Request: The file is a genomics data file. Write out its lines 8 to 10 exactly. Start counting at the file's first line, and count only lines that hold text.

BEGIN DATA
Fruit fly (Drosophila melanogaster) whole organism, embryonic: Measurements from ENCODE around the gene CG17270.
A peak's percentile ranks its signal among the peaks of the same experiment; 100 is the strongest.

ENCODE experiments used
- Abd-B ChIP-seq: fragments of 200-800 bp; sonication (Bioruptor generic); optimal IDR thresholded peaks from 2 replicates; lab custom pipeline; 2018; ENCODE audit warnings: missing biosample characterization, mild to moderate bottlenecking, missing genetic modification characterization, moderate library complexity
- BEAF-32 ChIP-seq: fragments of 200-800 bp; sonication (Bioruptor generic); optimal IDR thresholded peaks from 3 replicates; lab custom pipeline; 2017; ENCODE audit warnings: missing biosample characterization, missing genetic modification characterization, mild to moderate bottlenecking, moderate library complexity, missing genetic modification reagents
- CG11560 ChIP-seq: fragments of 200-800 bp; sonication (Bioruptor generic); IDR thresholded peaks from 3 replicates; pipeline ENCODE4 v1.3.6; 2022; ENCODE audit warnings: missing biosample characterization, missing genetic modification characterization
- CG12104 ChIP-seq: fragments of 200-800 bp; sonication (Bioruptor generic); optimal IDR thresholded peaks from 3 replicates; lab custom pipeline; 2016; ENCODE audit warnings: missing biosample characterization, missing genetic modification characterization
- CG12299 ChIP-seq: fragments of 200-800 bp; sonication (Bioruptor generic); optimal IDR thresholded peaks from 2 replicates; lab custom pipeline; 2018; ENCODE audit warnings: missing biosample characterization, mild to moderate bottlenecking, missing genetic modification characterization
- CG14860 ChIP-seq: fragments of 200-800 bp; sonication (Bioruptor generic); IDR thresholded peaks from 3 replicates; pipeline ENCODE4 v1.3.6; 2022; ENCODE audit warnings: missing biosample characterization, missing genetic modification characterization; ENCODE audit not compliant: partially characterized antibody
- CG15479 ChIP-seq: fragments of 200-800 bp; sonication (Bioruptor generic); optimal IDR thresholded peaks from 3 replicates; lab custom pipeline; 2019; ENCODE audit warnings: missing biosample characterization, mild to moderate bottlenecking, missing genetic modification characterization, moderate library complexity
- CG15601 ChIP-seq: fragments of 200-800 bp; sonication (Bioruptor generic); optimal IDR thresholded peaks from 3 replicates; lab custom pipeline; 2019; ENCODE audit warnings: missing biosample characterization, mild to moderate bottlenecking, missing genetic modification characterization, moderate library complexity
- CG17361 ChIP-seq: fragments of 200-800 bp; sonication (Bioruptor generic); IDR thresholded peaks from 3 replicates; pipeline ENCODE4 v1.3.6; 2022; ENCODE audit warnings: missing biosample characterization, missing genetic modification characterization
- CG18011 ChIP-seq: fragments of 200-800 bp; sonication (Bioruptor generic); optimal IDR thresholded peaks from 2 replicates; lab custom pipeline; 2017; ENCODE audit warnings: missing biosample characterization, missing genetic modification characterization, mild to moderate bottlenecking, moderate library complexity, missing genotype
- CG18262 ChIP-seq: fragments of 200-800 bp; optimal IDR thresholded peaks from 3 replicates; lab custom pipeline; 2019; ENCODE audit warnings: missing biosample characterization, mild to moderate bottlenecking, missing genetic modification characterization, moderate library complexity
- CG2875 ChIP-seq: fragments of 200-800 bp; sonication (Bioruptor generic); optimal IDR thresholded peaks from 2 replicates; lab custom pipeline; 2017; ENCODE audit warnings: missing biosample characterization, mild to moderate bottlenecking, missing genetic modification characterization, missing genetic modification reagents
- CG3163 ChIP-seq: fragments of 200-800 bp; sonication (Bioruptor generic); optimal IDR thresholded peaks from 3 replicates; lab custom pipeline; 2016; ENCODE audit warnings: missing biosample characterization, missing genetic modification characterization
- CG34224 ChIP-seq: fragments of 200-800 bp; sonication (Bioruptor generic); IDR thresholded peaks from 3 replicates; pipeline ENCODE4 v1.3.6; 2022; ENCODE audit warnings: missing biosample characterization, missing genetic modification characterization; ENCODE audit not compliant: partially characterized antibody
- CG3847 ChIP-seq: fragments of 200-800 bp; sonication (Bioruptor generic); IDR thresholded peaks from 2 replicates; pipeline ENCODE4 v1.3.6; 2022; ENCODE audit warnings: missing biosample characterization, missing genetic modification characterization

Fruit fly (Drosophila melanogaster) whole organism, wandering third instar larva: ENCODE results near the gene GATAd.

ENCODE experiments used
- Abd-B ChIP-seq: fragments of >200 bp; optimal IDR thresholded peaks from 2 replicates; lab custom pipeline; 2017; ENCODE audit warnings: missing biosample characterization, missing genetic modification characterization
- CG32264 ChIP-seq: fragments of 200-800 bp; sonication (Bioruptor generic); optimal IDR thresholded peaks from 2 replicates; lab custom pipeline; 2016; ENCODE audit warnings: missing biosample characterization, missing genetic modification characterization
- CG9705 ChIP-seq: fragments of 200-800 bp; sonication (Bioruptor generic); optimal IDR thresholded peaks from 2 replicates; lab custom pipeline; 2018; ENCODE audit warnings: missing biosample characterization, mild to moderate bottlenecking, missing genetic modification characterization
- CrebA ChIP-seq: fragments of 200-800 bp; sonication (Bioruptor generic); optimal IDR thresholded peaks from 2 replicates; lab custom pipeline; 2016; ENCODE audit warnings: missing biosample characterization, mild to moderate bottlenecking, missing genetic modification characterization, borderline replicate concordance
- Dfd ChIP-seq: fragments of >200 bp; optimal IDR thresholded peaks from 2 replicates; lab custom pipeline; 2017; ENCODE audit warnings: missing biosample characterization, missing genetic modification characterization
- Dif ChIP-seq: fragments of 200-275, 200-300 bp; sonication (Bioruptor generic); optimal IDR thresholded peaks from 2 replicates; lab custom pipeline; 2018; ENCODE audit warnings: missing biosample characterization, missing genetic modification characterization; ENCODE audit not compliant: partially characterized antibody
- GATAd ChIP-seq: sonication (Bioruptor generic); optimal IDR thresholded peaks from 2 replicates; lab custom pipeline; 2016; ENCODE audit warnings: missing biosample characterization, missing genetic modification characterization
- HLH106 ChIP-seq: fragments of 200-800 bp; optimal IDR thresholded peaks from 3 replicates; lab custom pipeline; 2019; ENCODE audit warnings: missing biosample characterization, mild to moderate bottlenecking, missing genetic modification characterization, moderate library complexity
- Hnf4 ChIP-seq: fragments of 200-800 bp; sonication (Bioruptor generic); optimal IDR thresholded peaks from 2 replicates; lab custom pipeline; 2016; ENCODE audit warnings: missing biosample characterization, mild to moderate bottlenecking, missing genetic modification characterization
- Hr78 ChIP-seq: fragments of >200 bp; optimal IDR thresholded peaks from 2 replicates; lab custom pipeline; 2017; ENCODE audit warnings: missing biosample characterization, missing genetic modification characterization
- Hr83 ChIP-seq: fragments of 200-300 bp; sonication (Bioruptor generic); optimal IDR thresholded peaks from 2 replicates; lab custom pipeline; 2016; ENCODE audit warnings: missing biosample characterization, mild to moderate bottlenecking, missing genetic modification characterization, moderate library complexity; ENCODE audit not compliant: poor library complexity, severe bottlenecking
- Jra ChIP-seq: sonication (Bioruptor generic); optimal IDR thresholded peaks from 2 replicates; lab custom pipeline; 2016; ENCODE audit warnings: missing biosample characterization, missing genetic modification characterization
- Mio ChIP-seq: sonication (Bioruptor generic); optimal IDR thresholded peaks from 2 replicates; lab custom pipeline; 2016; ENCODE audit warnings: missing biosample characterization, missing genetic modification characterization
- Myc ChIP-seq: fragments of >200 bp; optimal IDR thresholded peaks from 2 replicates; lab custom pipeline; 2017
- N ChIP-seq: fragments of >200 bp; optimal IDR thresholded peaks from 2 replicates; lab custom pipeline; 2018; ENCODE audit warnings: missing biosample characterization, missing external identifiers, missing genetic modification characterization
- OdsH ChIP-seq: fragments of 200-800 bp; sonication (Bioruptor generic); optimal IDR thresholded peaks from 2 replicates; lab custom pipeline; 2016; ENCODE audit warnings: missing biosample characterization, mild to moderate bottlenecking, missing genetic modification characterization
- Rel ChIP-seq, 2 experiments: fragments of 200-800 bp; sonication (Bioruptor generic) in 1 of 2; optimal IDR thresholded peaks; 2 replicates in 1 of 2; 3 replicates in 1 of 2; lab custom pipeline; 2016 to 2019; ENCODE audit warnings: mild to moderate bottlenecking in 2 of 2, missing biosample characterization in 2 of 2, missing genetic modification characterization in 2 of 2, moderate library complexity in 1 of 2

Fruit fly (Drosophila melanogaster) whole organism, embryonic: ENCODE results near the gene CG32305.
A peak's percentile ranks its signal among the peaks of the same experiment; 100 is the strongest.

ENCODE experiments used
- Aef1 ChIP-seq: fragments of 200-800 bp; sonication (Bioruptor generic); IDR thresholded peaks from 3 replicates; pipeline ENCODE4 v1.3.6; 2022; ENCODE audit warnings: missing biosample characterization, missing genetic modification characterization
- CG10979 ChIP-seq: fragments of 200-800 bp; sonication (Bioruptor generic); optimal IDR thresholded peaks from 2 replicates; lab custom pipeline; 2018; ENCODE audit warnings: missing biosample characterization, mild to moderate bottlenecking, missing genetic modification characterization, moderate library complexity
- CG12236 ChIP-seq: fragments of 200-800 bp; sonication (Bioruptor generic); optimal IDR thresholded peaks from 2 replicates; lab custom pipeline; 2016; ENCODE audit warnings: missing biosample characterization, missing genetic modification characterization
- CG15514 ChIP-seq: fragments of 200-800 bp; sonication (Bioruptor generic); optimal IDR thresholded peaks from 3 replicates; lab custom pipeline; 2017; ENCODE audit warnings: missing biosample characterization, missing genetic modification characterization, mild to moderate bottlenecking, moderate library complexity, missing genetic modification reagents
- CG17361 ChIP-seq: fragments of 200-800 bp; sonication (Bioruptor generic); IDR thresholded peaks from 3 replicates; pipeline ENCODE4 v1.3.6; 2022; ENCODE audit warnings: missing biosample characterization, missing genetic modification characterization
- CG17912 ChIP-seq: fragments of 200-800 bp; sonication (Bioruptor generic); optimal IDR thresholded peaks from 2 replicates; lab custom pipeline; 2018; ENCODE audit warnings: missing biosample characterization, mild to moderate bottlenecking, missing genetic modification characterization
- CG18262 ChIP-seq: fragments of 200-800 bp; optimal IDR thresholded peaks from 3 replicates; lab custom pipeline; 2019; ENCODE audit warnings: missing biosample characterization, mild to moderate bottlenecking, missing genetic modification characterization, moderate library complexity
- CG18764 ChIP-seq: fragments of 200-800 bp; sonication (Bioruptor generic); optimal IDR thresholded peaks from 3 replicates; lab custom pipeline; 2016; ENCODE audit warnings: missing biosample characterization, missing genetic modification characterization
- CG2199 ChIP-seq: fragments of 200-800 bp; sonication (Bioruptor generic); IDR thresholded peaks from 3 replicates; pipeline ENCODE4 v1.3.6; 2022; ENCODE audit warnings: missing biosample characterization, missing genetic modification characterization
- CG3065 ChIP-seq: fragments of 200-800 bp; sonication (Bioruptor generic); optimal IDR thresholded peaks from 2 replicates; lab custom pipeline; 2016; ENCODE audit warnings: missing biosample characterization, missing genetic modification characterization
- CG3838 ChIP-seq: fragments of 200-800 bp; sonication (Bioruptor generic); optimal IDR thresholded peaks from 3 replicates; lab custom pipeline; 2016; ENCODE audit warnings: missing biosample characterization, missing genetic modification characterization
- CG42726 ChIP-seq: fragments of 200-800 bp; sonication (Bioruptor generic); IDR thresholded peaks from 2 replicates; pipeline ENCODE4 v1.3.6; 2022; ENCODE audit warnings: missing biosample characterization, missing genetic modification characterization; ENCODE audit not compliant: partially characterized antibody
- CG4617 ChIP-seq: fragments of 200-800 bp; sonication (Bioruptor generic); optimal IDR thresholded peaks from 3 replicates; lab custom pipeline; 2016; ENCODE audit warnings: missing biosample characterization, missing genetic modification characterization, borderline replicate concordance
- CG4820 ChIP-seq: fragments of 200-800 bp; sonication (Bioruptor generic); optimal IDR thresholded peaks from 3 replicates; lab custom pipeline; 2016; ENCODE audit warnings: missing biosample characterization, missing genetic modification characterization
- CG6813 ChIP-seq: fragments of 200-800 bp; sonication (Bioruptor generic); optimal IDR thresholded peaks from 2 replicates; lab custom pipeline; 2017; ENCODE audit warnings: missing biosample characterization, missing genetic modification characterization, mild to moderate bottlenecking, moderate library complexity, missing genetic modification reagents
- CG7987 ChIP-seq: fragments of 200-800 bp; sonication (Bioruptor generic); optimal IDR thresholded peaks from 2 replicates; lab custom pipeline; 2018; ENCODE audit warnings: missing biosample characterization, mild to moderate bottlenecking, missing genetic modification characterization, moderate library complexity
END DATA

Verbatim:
- CG12299 ChIP-seq: fragments of 200-800 bp; sonication (Bioruptor generic); optimal IDR thresholded peaks from 2 replicates; lab custom pipeline; 2018; ENCODE audit warnings: missing biosample characterization, mild to moderate bottlenecking, missing genetic modification characterization
- CG14860 ChIP-seq: fragments of 200-800 bp; sonication (Bioruptor generic); IDR thresholded peaks from 3 replicates; pipeline ENCODE4 v1.3.6; 2022; ENCODE audit warnings: missing biosample characterization, missing genetic modification characterization; ENCODE audit not compliant: partially characterized antibody
- CG15479 ChIP-seq: fragments of 200-800 bp; sonication (Bioruptor generic); optimal IDR thresholded peaks from 3 replicates; lab custom pipeline; 2019; ENCODE audit warnings: missing biosample characterization, mild to moderate bottlenecking, missing genetic modification characterization, moderate library complexity